Last but not least, The  17th Annual Southwest Nephrology Conference and 4th Annual Convention of Cardio Renal Society of America will be held right here in Arizona at the We-Ko-Pa Resort & Conference Center in Scottsdale. The dates are March 11-12. I’ll be attending part of the time. Why not meet me? Register at www.swnc.org or by calling 1 (877) 587-1357.

Until next week,

Keep living your life!

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2 CommentsLeave a comment

  1. I would like to attend the Kidney Conference you refer to in this post. I have a Healthcare background. I am a patient with CKD STAGE 3B. I AM IN NEED OF EDUCATING MYSELF REGARDING MY DISEASES as there are NO RENAL DIETICIANS IN ALBUQUERQUE, NM. THERE ARE ONLY 2 NEPHROLOGY OFFICES. May I register as a student?? I will only be there to learn, not to be noticed as someone that is currently not employed in Healthcare. I am a Professional, but not employed at this time.

    I acknowledge this conference is not for patients. May I attend? Please? Of course, I will not make it known.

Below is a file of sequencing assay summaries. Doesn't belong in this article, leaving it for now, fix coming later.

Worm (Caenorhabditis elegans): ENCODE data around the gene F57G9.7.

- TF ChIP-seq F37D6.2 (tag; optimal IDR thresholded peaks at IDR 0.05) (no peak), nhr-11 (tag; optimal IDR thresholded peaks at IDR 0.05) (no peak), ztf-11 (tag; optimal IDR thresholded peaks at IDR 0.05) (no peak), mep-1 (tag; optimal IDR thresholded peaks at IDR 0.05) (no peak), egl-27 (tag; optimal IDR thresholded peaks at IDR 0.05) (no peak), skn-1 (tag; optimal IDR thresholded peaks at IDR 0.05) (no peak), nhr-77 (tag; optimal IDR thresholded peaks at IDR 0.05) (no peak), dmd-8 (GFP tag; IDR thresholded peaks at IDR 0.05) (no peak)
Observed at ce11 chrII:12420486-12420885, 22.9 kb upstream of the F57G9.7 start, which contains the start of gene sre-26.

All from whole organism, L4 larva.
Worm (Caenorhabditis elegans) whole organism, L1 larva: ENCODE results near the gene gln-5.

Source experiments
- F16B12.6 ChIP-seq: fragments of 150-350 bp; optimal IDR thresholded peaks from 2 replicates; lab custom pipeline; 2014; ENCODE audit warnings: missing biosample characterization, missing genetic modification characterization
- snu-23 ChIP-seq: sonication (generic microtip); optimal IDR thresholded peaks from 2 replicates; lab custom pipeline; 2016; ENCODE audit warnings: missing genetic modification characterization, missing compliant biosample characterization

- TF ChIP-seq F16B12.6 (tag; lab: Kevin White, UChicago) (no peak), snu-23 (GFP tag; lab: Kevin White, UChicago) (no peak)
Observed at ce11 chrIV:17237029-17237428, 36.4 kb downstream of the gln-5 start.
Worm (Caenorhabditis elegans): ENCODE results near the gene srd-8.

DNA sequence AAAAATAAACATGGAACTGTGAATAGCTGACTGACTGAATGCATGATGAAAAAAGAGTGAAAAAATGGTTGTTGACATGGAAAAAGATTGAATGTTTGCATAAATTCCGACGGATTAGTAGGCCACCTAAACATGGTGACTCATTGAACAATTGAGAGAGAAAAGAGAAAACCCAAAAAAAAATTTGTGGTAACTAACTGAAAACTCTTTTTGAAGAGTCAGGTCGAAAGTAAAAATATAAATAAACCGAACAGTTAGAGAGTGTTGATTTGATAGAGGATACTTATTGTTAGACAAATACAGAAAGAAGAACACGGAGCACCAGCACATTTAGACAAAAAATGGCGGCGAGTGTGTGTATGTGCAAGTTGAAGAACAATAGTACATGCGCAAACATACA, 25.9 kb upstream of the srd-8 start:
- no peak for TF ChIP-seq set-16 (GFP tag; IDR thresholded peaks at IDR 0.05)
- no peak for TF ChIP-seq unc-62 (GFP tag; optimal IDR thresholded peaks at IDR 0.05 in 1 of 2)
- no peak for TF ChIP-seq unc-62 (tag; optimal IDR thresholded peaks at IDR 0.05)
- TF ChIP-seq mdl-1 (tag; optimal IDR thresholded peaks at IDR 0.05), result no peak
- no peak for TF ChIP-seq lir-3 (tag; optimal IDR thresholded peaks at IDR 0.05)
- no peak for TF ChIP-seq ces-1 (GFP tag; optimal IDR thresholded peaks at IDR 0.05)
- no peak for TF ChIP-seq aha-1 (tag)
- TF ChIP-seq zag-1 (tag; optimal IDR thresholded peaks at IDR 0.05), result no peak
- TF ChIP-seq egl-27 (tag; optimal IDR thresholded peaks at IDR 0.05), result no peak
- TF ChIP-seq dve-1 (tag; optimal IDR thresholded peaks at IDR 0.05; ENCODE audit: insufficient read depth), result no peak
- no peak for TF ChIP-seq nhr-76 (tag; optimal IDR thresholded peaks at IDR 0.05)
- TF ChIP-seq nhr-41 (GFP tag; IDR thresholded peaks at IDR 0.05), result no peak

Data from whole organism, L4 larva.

Please let me know if you think I could attend.

    Thank you so very much!

    Sincerely,

    Barbara Zettel 505-249-9101 On Jan 25, 2016 2:47 PM, “SlowItDownCKD” wrote:

    > Gail Rae-Garwood posted: “Yesterday, I carefully applied my eye liner, > examined myself in the magnifying mirror, nodded to myself and murmured, > “Good enough.” I’ve been saying that an awful lot lately and finally > realized – once a valued, constant reader asked about the connection” >

    • I don’t see why you wouldn’t be able to. How about going directly to the conference site and making your request there? I believe I’ll be registering as a student myself. It will be good to meet you there,Barbara.